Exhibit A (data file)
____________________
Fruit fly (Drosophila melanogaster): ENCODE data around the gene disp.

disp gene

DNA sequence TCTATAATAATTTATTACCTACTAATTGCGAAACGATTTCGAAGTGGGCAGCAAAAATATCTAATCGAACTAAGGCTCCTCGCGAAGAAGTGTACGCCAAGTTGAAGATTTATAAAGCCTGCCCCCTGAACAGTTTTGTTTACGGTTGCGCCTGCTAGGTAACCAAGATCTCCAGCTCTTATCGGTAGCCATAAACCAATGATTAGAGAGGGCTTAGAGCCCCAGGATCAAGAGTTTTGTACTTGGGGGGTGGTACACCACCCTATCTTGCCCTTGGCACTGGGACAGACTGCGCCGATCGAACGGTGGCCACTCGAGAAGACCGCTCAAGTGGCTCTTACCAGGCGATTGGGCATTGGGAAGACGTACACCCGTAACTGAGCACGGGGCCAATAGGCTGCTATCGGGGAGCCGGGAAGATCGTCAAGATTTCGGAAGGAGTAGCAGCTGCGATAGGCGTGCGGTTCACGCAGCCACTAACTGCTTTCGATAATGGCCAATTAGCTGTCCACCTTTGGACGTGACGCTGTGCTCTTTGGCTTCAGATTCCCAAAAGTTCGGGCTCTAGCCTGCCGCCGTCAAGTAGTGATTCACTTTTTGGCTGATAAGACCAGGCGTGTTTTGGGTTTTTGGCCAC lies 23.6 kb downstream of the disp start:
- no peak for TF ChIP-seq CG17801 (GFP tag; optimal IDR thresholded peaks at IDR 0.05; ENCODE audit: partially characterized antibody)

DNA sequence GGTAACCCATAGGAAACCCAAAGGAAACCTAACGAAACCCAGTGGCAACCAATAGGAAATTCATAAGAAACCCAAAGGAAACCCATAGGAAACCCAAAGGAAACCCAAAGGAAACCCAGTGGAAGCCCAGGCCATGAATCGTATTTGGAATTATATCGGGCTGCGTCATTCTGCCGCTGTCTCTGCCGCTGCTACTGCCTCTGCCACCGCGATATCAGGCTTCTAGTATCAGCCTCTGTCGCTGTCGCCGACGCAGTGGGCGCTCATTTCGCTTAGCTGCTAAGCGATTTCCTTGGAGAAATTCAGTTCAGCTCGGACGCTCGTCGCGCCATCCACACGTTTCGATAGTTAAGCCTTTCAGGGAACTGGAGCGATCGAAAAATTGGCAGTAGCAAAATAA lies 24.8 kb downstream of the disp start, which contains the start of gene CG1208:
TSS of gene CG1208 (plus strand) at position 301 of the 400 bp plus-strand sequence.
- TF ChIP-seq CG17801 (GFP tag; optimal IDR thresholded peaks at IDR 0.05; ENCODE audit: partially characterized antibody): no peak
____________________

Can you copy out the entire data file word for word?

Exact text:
Fruit fly (Drosophila melanogaster): ENCODE data around the gene disp.

disp gene

DNA sequence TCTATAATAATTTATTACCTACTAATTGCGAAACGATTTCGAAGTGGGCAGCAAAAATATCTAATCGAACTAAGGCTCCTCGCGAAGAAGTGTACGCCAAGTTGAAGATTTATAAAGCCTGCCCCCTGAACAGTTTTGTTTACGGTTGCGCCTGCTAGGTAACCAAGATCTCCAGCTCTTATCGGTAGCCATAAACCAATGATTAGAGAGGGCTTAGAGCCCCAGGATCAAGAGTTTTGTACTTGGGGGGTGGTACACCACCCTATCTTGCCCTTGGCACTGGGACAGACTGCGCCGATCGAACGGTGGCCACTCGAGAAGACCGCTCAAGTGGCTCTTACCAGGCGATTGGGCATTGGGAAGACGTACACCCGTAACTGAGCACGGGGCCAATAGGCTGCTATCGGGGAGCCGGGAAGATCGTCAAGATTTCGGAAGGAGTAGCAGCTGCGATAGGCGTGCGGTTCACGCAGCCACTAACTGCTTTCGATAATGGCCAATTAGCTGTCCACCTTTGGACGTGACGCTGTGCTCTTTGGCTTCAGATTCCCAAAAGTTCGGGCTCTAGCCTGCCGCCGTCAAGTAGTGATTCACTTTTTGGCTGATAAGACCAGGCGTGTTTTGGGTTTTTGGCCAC lies 23.6 kb downstream of the disp start:
- no peak for TF ChIP-seq CG17801 (GFP tag; optimal IDR thresholded peaks at IDR 0.05; ENCODE audit: partially characterized antibody)

DNA sequence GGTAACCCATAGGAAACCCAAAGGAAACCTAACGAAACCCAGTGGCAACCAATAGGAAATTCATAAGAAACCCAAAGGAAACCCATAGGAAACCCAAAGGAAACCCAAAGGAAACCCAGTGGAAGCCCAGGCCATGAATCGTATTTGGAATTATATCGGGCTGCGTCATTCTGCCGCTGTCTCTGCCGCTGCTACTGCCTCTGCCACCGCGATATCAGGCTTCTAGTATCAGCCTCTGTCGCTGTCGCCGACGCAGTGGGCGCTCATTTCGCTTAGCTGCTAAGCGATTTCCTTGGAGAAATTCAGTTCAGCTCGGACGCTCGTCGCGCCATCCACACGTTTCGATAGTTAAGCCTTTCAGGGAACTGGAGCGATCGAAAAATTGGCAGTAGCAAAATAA lies 24.8 kb downstream of the disp start, which contains the start of gene CG1208:
TSS of gene CG1208 (plus strand) at position 301 of the 400 bp plus-strand sequence.
- TF ChIP-seq CG17801 (GFP tag; optimal IDR thresholded peaks at IDR 0.05; ENCODE audit: partially characterized antibody): no peak